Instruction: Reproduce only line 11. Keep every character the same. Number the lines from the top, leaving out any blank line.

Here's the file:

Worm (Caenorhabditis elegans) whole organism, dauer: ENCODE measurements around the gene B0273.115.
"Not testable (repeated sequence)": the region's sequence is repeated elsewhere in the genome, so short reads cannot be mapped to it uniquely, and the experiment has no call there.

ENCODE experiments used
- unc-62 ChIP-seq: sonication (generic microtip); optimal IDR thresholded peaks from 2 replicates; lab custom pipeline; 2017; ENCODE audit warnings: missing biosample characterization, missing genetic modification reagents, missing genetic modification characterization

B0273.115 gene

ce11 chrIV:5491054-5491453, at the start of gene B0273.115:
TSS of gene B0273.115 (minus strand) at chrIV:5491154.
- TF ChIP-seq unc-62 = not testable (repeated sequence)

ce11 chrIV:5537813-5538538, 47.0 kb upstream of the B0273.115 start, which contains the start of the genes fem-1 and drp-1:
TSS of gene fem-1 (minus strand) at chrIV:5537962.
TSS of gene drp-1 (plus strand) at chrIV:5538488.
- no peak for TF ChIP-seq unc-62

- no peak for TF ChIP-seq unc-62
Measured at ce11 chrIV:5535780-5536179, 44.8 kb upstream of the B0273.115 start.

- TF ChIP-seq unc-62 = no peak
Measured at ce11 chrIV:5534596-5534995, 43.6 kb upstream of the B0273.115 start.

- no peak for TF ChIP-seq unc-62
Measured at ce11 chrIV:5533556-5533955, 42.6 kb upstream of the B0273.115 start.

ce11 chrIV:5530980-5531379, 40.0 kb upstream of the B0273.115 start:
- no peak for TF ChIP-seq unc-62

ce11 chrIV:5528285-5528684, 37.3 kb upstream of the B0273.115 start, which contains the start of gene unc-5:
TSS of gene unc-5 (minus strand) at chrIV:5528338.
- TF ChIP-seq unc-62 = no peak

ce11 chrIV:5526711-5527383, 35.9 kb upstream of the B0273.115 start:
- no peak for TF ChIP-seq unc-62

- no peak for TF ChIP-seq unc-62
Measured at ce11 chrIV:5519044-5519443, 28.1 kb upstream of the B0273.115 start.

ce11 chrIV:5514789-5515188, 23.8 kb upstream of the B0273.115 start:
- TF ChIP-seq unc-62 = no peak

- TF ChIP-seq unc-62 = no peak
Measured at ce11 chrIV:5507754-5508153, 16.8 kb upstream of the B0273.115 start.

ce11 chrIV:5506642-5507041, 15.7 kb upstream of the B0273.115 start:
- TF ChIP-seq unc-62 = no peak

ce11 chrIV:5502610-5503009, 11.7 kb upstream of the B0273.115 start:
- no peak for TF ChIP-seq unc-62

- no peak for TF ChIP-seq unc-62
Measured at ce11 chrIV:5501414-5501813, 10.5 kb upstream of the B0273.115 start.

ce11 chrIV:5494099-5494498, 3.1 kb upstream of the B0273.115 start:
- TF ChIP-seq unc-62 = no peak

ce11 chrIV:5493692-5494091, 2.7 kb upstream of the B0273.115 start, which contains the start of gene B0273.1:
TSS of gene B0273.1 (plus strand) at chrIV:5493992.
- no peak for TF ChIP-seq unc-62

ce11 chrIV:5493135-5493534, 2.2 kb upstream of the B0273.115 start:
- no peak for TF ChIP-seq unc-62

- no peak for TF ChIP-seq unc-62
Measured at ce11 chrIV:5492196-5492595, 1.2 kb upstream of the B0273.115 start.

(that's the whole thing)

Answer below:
TSS of gene drp-1 (plus strand) at chrIV:5538488.